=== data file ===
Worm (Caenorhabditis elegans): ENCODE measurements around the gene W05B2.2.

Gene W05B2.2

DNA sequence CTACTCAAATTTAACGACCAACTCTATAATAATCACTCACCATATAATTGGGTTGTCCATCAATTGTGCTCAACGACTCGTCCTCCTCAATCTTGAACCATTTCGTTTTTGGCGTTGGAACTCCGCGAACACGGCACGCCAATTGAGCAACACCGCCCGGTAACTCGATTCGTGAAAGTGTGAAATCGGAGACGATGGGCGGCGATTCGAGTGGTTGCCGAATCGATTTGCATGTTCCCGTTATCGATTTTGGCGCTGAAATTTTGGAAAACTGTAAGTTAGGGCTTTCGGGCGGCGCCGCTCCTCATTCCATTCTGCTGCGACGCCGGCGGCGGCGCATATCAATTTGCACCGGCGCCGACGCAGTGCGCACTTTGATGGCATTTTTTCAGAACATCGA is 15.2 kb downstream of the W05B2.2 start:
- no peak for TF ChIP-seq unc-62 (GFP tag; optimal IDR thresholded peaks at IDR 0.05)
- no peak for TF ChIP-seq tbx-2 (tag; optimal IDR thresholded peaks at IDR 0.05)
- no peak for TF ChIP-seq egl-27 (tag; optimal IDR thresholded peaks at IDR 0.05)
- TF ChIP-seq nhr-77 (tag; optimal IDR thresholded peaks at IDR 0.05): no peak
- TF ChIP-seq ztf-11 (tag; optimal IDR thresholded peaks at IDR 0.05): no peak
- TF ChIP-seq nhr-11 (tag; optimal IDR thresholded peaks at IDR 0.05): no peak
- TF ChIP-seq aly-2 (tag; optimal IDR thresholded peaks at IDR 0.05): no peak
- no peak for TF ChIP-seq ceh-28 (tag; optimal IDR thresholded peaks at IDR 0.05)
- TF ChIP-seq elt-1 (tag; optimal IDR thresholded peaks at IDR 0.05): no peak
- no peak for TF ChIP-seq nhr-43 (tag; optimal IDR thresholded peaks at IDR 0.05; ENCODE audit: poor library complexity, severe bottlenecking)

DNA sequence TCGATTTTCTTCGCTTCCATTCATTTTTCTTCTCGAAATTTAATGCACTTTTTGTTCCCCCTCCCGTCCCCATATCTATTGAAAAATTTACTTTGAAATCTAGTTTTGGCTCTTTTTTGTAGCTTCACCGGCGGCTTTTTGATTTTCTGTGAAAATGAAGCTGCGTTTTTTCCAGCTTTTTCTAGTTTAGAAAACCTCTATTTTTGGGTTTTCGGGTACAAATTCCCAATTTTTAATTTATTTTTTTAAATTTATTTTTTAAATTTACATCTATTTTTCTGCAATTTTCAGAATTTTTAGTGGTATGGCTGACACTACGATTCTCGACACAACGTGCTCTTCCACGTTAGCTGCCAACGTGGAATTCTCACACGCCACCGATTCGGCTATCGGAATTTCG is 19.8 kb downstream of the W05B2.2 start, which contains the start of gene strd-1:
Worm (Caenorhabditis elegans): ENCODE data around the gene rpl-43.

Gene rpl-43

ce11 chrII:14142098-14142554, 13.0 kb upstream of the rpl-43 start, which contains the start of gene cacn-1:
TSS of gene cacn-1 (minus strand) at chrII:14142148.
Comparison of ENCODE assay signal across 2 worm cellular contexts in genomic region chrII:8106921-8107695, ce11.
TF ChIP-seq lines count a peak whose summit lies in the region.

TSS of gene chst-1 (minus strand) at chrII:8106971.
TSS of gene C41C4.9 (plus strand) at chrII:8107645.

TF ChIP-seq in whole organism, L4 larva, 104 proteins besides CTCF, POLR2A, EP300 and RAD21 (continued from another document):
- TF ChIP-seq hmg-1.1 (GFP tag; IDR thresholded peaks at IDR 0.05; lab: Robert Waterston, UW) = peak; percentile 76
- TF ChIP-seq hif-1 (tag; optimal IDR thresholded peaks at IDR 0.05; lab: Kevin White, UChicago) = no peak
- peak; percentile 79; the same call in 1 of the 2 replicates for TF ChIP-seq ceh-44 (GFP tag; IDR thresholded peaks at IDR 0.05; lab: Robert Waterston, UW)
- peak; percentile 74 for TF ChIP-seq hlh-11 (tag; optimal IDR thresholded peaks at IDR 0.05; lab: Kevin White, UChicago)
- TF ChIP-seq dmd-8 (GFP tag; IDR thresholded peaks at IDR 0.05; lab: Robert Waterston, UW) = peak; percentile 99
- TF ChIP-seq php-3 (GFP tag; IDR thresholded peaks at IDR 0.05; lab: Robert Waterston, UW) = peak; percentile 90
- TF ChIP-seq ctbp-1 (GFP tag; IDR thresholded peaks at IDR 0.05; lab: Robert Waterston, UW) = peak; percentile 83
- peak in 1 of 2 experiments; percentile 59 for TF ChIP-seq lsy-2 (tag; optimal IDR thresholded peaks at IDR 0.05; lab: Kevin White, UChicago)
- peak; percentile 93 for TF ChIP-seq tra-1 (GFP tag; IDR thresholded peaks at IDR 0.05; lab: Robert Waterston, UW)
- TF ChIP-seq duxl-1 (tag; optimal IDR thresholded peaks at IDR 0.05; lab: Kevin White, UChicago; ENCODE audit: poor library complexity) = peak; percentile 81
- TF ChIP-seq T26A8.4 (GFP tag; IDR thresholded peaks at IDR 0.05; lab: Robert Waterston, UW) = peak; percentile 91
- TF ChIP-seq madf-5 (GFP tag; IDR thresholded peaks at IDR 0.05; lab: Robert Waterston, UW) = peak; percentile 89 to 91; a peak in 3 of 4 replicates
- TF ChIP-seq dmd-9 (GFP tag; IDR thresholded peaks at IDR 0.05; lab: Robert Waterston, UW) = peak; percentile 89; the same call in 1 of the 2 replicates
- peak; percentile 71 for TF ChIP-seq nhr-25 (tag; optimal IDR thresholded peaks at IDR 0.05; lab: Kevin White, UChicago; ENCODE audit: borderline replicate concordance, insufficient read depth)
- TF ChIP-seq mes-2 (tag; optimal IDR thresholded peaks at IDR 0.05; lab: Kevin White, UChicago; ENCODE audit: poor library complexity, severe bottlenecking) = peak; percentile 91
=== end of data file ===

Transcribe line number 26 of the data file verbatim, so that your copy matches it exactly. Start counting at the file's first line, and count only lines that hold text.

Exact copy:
- peak; percentile 79; the same call in 1 of the 2 replicates for TF ChIP-seq ceh-44 (GFP tag; IDR thresholded peaks at IDR 0.05; lab: Robert Waterston, UW)